Music Theory – Level 1

Welcome to the Music Theory Course! The lessons contained here are meant to give you background in the basics of music theory so that when you work through the various courses found on the music-education.org site you will already have the basic tools you need to improve your musicianship skills. This Level One course will cover the following:

 

1. Treble and Bass Clefs

2. Note Names on the Staff

3. Ledger Lines

4. Octave Relationships

5. Chromatic Scale

6. Key Signatures

7. Diatonic Notes

8. Intervals

 

You will also be given quizzes after each lesson to test your comprehension. Some information, like the note names on the staff and ledger lines, will take more work to master than simply completing a few quizzes in this course. In order to help you master the names of the notes on the staff and ledger lines we have created the Note Recognition Course which we highly recommend you take after completing this level of the Music Theory Course. As you can see, this course also covers intervals, which again, you will need much more work on in order to truly master. In order to help you in this task we’ve created a course called Interval Recognition. This will help you to memorize intervals in all keys and as you move through the various levels, to memorize all possible intervals in all keys as well as intervals with chromatic alterations and intervals that are larger than an octave.

 

One common mistakes students make is to believe that having a cursory understanding of music theory is enough to be a competent musician. This is completely untrue! You need to understand music theory the same way you understand the language you speak, so that no matter what key you are in or what musical situation you find yourself in, you will be able to instantly know the theoretical relationships that are at play in that situation. Working through the Music Theory, Note Recognition, and Interval Recognition Courses on this website will get you there, and prepare you for any musical situation. It is of course important that you apply the knowledge you learn in these courses to real music, and to playing situations. We recommend you do this by analyzing the songs you want to learn, learning to read music on your instrument and making sure that you understand the music theory relationships behind everything you learn on your instrument, such as scales and arpeggios, so that you are not just memorizing patterns.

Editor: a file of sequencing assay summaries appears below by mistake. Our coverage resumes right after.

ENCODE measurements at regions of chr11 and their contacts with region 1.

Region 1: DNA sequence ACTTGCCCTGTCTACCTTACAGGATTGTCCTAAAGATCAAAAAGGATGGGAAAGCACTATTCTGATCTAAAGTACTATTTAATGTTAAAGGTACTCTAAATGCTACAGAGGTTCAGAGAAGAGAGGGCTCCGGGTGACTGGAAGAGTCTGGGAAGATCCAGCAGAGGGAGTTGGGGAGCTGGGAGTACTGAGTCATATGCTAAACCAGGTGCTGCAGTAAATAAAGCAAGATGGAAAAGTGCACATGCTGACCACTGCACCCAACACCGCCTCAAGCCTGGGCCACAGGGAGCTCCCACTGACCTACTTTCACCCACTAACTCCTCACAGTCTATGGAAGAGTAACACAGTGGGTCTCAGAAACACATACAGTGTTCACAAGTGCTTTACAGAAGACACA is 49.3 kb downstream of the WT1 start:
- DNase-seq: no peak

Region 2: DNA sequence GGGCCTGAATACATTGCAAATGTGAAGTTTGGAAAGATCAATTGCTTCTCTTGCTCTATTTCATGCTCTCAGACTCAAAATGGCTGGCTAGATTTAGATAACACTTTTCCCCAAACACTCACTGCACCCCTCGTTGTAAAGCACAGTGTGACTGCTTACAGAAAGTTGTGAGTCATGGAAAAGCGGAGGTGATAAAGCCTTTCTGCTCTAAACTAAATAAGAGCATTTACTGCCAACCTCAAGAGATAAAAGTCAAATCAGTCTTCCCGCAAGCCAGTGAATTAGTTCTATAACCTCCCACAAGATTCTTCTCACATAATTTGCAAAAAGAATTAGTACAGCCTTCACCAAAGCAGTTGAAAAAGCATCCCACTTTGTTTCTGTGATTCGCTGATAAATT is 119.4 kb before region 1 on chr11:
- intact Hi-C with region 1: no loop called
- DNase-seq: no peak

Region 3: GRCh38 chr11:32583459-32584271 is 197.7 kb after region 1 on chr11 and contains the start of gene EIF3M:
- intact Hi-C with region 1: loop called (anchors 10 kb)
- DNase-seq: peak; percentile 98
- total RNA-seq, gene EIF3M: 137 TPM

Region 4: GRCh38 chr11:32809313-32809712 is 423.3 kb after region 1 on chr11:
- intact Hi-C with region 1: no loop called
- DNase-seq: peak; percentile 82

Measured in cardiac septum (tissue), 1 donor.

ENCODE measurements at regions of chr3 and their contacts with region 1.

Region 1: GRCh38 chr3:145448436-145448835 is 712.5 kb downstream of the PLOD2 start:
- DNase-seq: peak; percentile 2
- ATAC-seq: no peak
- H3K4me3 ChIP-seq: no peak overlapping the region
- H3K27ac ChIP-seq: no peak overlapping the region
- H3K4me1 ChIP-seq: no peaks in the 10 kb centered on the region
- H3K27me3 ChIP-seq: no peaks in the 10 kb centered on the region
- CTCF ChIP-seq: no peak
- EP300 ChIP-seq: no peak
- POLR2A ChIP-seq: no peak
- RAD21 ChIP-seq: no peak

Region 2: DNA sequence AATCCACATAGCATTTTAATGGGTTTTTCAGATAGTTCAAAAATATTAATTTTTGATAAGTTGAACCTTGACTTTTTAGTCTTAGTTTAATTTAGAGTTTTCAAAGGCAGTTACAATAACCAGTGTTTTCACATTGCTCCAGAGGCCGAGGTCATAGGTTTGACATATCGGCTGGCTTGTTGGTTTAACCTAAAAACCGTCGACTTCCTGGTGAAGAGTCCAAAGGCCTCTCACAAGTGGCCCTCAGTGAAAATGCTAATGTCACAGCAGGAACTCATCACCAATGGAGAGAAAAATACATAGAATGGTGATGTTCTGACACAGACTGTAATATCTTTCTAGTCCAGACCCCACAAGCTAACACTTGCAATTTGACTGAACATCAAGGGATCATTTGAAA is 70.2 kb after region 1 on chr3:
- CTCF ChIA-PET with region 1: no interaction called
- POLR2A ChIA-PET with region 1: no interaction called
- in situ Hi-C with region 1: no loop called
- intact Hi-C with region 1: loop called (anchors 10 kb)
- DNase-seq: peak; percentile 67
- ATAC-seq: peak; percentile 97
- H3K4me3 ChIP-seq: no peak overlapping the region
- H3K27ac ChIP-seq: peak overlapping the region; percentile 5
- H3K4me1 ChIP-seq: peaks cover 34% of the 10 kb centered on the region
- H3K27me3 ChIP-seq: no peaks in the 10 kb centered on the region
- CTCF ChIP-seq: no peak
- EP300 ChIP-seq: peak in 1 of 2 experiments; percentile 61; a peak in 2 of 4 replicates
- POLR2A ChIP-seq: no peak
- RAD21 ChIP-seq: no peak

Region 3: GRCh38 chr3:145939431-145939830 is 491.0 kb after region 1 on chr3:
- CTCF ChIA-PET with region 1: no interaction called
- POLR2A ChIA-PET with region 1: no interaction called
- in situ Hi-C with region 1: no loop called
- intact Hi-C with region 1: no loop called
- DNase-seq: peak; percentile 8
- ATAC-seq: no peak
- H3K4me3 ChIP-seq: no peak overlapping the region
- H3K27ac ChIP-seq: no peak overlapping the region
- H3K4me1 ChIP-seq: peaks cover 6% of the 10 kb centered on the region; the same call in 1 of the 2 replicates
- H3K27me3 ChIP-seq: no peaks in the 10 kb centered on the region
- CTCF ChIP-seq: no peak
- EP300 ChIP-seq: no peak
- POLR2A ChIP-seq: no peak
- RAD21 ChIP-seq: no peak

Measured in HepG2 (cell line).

With all this in mind let’s get started on improving your music theory knowledge now!

 

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Course Materials

Computer, Network Connection